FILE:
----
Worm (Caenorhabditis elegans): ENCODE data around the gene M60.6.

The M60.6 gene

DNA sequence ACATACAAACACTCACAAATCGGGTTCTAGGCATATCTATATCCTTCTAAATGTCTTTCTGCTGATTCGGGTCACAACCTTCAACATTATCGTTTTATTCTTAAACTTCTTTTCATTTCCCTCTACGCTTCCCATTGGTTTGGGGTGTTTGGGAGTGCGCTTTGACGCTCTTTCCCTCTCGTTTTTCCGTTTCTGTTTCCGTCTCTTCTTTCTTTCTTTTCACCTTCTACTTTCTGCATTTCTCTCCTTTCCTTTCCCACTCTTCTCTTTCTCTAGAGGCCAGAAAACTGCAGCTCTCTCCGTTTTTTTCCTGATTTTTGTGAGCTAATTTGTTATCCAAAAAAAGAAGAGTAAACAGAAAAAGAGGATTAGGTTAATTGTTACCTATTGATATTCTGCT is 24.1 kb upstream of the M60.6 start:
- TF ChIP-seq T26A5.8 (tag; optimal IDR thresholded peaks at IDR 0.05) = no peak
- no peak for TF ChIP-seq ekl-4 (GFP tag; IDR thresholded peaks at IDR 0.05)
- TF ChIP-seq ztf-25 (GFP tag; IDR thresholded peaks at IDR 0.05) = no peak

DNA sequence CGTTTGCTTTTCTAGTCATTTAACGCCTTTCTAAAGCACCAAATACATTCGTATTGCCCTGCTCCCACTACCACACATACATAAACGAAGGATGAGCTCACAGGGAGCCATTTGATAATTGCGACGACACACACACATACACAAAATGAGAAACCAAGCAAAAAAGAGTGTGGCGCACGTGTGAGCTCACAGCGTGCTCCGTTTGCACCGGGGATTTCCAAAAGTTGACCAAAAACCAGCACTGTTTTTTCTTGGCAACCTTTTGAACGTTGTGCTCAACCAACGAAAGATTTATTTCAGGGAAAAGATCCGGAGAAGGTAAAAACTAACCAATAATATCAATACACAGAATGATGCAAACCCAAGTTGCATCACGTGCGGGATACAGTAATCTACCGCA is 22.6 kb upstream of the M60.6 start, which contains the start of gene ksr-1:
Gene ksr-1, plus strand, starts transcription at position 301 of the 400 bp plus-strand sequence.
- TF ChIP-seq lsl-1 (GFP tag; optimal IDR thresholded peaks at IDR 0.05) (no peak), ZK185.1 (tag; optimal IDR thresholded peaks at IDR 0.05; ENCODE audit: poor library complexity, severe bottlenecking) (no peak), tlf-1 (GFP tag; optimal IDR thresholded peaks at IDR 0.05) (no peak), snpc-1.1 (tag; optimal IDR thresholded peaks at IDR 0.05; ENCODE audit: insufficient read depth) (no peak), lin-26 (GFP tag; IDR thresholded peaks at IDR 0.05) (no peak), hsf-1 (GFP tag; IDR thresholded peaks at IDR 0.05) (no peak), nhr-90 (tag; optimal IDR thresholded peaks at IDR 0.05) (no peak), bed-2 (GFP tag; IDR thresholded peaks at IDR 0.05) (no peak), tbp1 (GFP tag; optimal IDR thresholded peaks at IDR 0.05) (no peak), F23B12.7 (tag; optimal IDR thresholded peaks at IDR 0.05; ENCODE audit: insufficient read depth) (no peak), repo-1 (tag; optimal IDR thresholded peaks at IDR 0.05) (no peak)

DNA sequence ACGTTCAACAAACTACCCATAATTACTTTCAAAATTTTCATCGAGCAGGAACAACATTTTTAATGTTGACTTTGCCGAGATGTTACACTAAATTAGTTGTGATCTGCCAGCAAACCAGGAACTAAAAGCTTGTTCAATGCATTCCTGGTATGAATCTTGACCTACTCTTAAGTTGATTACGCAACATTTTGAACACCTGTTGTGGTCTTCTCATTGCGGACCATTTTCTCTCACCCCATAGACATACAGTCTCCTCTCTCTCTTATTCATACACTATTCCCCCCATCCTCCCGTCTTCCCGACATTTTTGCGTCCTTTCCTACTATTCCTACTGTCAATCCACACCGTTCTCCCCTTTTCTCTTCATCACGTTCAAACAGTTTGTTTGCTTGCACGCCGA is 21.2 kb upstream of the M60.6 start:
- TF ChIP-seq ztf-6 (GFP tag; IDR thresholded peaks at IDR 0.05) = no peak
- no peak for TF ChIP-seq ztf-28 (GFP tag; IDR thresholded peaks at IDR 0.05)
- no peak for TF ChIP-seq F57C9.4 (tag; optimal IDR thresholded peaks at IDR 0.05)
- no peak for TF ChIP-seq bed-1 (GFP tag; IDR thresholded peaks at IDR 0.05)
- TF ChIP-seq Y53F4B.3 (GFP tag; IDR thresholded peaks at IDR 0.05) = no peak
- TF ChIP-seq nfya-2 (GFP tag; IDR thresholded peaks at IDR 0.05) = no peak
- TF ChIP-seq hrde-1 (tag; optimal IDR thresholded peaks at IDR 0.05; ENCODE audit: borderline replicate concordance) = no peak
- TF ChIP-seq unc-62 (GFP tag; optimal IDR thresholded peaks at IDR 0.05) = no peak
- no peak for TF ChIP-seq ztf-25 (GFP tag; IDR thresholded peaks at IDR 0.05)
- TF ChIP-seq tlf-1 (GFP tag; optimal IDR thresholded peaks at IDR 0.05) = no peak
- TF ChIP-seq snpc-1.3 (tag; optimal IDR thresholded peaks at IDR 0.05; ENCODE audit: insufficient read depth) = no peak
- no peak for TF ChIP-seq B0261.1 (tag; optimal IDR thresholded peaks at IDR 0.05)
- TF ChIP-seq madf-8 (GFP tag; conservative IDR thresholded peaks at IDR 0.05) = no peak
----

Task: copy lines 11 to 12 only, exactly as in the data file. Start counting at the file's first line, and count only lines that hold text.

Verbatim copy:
- TF ChIP-seq ztf-6 (GFP tag; IDR thresholded peaks at IDR 0.05) = no peak
- no peak for TF ChIP-seq ztf-28 (GFP tag; IDR thresholded peaks at IDR 0.05)